You may not know it, but while Google (GOOG) and Facebook (FB) build their data centers near utilities that generate clean energy, then buy power from them... Apple (AAPL) builds its own power plants.
Apple recently finished the first phase of a 20,000 square-foot data center in Reno, Nevada. The construction includes a 137-acre solar array called Ft. Churchill that, when completed, will provide between 18 to 20 megawatts of power. And six months ago, Apple announced plans to build a second solar panel farm on the property.
Apple also owns a data center in North Carolina, the largest of its kind in the nation, powered by two solar farms that generate 42 million kilowatt hours of clean, renewable energy annually for the 100-acre, 20-megawatt facility.
Finally, Apple has two other 338,000 square foot data centers in the works in Prineville, Oregon -- down the road from Facebook's -- which will incorporate solar energy as well.
What's important for investors is all of these huge facilities are being built by one company.
As you could imagine, being an Apple partner has contributed to a healthy increase in this company's share price. In the past year, shares have jumped 168% (as you can see in this chart).
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Believe it or not, I'm convinced this company, SunPower's (SPWR), growth is just getting started.
You see, growth in the U.S. solar industry was nothing short of phenomenal last year, with a 41% increase in installments and enough renewable electricity generated to power more than 2.2 million homes.
Demand is expected to continue in 2014. GTM Research and the Solar Energy Industry Association (SEIA) see solar advancing another 26% this year.
In fact, the domestic solar industry is supposed to grow 17%, on average, for the next five years.
Those are pretty impressive numbers, but SunPower's are even better. The company is expected to out-hustle the industry itself, on track to grow earnings 30% annually over the same period.
How is this company outpacing the broader industry by so much?
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While many solar companies grow their businesses one house or one building at a time, SunPower takes on farm-sized installations like those required by energy-hogging data centers that devour up to 30 billion watts annually, the equivalent of 30 nuclear power plants.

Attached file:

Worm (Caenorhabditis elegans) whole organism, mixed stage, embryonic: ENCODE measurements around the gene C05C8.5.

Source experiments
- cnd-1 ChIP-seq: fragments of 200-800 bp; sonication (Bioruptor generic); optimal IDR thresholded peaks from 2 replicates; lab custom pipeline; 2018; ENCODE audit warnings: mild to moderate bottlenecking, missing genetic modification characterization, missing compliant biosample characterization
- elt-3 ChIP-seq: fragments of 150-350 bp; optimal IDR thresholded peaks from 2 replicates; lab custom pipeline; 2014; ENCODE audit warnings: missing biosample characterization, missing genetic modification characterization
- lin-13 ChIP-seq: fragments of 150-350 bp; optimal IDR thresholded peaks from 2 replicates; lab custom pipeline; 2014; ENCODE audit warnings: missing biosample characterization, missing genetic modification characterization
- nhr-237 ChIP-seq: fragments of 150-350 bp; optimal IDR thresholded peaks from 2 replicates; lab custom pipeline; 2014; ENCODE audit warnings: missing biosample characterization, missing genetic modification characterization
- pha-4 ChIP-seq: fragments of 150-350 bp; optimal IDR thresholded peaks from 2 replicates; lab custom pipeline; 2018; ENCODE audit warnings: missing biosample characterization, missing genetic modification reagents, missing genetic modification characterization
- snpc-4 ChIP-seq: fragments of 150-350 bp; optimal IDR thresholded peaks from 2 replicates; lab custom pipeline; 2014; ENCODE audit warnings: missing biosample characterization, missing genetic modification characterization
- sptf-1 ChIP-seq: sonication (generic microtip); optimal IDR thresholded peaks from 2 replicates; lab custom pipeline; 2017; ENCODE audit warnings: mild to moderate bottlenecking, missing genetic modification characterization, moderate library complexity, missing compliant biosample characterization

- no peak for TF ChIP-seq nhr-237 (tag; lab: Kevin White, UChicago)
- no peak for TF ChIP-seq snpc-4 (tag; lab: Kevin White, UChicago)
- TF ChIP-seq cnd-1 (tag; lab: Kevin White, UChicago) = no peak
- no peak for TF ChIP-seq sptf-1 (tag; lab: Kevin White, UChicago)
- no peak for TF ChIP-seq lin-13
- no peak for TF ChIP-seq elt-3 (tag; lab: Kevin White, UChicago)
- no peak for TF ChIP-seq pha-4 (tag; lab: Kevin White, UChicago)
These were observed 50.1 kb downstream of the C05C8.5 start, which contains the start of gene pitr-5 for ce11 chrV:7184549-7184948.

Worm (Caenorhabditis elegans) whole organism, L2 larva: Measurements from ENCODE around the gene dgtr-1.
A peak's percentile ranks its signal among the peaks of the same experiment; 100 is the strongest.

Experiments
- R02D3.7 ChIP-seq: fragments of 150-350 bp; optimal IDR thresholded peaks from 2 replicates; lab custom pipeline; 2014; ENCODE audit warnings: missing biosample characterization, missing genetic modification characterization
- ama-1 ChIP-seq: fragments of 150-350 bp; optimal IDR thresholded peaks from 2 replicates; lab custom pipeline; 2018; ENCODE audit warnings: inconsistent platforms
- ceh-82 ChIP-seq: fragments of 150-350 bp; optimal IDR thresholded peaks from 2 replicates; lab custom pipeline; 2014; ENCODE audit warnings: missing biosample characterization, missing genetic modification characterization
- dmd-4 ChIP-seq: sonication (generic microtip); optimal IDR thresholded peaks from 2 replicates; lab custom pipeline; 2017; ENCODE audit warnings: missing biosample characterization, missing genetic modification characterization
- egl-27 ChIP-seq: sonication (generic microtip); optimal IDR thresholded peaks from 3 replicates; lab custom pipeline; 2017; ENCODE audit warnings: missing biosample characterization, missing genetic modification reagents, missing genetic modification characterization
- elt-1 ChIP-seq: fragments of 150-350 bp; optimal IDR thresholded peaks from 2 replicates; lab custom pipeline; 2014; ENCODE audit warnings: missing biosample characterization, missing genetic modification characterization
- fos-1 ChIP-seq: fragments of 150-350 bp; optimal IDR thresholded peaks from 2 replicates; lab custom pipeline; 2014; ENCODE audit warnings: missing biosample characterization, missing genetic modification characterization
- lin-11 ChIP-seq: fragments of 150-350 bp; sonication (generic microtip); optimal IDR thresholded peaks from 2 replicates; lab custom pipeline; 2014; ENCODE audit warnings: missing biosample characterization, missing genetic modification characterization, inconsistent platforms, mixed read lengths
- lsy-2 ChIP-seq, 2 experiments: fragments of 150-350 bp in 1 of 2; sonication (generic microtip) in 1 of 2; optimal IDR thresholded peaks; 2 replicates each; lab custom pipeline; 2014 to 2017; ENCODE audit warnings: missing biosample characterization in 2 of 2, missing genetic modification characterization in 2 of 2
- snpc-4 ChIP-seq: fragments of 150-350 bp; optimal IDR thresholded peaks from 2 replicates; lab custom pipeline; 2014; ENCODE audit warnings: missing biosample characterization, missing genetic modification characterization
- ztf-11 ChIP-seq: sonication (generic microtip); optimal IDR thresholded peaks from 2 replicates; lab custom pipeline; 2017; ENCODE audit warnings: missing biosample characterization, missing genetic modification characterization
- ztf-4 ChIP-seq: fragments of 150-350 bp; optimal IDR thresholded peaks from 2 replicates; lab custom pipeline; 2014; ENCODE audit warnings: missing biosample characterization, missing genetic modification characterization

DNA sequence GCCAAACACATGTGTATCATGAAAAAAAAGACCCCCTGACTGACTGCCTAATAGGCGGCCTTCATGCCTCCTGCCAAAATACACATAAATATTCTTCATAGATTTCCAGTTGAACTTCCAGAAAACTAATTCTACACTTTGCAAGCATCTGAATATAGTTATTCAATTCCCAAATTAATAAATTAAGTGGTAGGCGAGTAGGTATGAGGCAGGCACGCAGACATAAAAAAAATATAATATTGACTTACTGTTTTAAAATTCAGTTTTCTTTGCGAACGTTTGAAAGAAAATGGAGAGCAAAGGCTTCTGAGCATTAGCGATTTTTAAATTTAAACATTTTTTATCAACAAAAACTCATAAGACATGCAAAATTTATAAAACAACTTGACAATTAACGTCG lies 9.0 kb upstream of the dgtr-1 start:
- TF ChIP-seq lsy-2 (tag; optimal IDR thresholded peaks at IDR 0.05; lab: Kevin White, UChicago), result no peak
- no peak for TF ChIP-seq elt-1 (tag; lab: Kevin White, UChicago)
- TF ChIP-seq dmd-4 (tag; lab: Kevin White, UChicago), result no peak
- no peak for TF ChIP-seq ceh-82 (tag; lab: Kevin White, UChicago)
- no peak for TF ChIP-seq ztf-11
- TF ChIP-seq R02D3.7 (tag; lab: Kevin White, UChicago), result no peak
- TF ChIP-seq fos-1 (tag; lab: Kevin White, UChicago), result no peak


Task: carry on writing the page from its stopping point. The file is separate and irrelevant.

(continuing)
To give you an idea of the potential size of this relatively new market, Pike Research estimates that more than $45 billion will be spent on energy-efficient data center technology alone by 2016.
SunPower's revenue is already expected to jump from $2.5 billion in 2013 to $2.74 billion this year.
And Apple is not SunPower's only notable customer. Warren Buffett is also a client.
In short, Buffett's firm, Berkshire Hathaway, owns almost 90% of an energy holding company called MidAmerican Energy. In 2012, SunPower signed a $2.5 billion deal with MidAmerican to build two solar farms in the California desert north of Los Angeles. Construction is well underway, and once the 579 megawatt facility is built, SunPower will also maintain it, making it a consistent generator of annual income.
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In addition, the company enjoys a 6-gigawatt pipeline of business, equal to powering 1 million homes, which includes already inked agreements to build solar farms in South Africa, Japan and Chile.
Every corner of solar that SunPower touches -- residential, commercial, international -- is in ultra-growth mode. The company's jam-packed pipeline coupled with the promise of future projects in all three areas, I believe can only mean higher profits and share prices.
Risks to Consider: SunPower is the same solar manufacturer that lost nearly $1 billion over 2011 and 2012 and experienced a steep decline in stock price from $142 in December 2007 to below $4 in just five years. I suppose history could repeat itself. That said, one more advantage that sets the $3.9 billion company apart from the rest of the solar pack is that it has the backing of parent company and French oil and gas giant Total (TOT), which plucked the company from the depths of bankruptcy in 2011.
Action to take --> Over the past few trading days, shares of SPWR have risen 7%. However, over a month they're down 10%. That's not unusual, but considering it is up 168% over a year I'd look at this dip as a buying opportunity and buy at the current price of $33, confident that the company is heading into another profitable period.